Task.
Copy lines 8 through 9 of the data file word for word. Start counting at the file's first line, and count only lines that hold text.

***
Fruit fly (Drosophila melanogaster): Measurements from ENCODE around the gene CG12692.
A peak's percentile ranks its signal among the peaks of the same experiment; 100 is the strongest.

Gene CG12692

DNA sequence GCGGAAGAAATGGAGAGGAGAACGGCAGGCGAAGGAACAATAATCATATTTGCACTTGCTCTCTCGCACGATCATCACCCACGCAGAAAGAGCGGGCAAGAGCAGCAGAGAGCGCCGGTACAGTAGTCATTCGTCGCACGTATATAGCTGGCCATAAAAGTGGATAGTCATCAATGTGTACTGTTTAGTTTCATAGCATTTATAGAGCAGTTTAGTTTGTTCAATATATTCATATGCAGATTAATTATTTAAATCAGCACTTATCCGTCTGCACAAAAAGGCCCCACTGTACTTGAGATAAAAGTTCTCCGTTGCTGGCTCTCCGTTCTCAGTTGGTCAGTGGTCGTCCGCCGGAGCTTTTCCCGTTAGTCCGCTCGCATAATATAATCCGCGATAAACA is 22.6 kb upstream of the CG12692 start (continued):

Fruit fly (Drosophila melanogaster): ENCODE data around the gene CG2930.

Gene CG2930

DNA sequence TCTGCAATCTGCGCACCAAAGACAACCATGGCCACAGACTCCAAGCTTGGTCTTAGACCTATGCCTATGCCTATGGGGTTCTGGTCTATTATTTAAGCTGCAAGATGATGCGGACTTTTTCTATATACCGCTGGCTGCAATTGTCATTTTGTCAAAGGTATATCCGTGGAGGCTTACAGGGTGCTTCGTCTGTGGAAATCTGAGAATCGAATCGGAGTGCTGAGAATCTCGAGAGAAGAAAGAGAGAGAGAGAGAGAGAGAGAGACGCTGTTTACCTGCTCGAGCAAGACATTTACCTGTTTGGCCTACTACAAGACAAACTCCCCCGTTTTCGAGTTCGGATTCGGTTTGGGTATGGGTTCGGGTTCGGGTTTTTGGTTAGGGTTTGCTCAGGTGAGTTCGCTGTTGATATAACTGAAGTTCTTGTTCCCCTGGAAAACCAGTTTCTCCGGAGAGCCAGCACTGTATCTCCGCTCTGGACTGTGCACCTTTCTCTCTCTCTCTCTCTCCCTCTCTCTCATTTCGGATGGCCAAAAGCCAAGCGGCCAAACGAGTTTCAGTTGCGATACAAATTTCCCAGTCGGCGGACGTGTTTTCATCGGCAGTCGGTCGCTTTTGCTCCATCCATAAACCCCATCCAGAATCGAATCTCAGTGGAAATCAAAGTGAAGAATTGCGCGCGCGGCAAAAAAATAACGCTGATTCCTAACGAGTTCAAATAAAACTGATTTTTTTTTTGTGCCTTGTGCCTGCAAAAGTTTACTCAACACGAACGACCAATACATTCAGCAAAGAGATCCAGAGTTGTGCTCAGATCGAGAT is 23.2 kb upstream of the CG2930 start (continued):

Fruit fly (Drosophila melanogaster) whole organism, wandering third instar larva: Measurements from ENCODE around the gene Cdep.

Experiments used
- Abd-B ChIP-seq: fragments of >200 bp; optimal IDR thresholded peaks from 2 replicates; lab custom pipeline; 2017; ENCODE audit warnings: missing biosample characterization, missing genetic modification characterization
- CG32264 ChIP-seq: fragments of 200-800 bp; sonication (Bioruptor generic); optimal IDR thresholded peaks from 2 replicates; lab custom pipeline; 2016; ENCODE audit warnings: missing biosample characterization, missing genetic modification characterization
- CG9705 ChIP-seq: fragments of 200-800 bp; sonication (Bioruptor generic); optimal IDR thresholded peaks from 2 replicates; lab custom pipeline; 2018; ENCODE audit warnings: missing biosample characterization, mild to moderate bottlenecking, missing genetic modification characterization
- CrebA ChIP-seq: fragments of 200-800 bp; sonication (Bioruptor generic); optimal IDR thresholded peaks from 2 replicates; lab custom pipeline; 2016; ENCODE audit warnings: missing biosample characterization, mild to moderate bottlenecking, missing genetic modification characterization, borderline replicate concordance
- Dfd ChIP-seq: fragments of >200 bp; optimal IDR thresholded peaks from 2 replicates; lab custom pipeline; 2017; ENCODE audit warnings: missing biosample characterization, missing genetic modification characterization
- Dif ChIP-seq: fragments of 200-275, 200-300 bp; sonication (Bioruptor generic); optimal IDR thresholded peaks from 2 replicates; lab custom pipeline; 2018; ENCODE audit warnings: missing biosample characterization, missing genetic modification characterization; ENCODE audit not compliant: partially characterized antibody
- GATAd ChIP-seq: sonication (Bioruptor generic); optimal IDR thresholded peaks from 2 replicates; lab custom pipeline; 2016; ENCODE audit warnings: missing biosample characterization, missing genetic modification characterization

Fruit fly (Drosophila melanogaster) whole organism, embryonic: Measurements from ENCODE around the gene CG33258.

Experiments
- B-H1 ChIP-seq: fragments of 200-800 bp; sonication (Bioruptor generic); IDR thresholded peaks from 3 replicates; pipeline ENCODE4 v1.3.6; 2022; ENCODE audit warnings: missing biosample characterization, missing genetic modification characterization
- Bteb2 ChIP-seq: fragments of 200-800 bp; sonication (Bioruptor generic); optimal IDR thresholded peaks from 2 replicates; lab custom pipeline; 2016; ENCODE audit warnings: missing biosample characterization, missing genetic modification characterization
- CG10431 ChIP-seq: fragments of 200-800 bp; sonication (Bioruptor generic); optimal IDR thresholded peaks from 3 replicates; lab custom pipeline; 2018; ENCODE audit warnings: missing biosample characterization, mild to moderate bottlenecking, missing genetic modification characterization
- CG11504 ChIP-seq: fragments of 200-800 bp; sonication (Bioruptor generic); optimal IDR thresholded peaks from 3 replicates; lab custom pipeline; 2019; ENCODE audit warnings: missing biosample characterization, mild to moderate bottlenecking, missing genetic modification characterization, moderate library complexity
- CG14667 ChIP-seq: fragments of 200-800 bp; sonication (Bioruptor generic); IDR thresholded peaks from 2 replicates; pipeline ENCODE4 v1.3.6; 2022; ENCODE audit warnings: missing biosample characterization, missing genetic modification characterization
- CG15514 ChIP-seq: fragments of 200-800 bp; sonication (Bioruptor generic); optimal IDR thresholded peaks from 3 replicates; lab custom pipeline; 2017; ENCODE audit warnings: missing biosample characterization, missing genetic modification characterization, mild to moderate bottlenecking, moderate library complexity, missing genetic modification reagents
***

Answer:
Fruit fly (Drosophila melanogaster) whole organism, wandering third instar larva: Measurements from ENCODE around the gene Cdep.

Experiments used